I pay tribute to the hon. Gentleman and many other hon. Members on both sides of the House for their interest in and concern about the issue. I am sure that he, like me, wants effective action. Of course, we Labour Members are always happy to learn from our European partners about what measures are working, but it is important to consider what progress we can make in this country. The inter-ministerial group that looks into such issues has been in place for some time. It enables us to bring together the work being done in many Departments across Government. There is now a United Kingdom Human Trafficking Centre, which is the first centre of its kind in Europe, and we are bringing together all the work on the issue. We continue to make progress, but we will of course continue to look at what works elsewhere.
My hon. Friend will be aware that earlier this week there was an excellent debate on the commemoration of the 200th anniversary of the abolition of slavery. She attended the entire debate, and will have heard the comparisons that were drawn between modern-day slavery—human trafficking—and slavery 200 years ago. In the light of that, will she let us know what progress has been made in ratifying the Council of Europe treaty to which she referred earlier?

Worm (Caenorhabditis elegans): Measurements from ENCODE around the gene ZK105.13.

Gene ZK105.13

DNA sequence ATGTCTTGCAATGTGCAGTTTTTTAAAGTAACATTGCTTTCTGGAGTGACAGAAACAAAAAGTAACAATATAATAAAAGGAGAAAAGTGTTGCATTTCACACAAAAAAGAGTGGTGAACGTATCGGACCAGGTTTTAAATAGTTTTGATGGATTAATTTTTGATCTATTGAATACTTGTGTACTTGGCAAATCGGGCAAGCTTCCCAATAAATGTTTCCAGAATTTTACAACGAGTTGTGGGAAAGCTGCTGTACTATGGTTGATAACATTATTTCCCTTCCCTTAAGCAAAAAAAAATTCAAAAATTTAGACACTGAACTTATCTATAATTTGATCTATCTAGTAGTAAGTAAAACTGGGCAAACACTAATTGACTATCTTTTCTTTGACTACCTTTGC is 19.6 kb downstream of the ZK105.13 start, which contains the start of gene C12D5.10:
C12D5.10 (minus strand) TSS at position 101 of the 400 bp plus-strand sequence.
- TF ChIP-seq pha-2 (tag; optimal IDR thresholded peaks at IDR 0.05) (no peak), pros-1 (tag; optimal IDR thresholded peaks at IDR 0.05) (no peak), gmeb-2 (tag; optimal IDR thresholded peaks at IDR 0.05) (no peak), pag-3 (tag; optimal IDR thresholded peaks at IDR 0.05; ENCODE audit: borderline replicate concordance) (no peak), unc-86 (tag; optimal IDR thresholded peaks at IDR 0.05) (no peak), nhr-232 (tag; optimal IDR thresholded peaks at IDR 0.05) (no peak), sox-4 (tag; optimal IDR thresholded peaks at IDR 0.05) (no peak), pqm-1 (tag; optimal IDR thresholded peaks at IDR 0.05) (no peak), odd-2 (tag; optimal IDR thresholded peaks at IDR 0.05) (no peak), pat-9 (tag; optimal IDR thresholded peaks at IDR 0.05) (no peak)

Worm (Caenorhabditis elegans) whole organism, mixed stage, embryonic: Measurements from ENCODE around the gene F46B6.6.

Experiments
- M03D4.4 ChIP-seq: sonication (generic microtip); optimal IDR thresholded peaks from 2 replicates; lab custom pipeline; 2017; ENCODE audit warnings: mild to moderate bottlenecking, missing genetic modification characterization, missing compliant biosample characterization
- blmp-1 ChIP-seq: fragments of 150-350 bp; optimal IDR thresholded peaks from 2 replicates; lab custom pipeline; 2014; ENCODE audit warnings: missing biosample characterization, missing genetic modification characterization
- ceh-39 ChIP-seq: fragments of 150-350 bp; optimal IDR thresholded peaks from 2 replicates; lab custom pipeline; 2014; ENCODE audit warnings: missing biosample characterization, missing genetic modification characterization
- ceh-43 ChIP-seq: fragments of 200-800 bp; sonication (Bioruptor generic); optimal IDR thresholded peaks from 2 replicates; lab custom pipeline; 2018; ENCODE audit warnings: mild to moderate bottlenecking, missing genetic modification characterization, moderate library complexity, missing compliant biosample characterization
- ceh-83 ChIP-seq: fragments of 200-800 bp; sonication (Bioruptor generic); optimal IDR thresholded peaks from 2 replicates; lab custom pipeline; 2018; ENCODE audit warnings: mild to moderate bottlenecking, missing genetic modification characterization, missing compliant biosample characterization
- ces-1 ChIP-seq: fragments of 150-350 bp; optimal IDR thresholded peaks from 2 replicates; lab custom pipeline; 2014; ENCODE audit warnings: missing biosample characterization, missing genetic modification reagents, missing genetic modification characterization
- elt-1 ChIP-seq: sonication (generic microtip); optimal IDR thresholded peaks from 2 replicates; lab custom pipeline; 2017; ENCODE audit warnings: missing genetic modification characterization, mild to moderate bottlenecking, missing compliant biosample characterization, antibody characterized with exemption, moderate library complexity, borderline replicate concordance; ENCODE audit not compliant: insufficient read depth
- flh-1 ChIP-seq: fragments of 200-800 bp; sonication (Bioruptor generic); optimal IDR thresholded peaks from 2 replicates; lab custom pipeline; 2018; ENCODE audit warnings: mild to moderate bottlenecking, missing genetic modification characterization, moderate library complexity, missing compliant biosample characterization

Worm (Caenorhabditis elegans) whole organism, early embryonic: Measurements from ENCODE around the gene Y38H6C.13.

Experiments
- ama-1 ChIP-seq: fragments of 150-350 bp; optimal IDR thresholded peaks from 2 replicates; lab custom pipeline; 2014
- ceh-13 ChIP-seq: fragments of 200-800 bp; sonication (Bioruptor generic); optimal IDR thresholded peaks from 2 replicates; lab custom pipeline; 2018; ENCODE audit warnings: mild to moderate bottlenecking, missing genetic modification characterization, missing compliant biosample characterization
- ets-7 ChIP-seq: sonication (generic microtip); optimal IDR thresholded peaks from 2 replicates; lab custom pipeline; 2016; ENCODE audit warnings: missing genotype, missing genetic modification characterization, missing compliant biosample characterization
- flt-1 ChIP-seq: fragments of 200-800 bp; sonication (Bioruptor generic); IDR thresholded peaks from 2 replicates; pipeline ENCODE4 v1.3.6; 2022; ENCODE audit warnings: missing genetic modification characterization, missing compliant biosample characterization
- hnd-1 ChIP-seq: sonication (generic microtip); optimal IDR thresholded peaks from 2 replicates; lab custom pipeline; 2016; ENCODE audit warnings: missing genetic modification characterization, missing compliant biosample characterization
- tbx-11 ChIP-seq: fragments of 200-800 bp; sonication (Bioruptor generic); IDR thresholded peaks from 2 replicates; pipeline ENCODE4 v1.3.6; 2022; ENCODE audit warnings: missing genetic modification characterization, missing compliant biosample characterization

My hon. Friend says that we had an extremely interesting debate, and indeed we did; it was possibly the most interesting and informative debate that I have attended in this House. He rightly draws a parallel, and I am pleased to say that the Council of Europe convention will be signed tomorrow. We will set out the action that we will take to move towards ratification. The Government take signing such conventions seriously, and have not wanted to do so until we were in a position to make rapid progress towards ratifying it. The UK human trafficking action plan will be published at the same time, and that will give hon. Members a great deal more detail on the subject.
Equal Opportunities (Ethnicity)
The Commission for Racial Equality, on behalf of the Government, issues guidance to public authorities on meeting their obligations under the Race Relations (Amendment) Act 2000. The commission issued a statutory code of practice in 2002 on the steps that public authorities can and should take to meet those obligations.
My constituents who work at Her Majesty’s Prison Service office at Crown house in Corby are disgusted that the Prison Service should cite as one of the key influencing factors for trying to relocate the office to Leicester the perceived ability to recruit a more diverse work force there. In other words, my constituents are being told that they are too white and too British. Will the Minister undertake to ensure that the Commission for Racial Equality issues guidelines to the Home Office and its quangos to say that the Home Office should recruit people on the basis of their ability to do the job, and not the colour of their skin?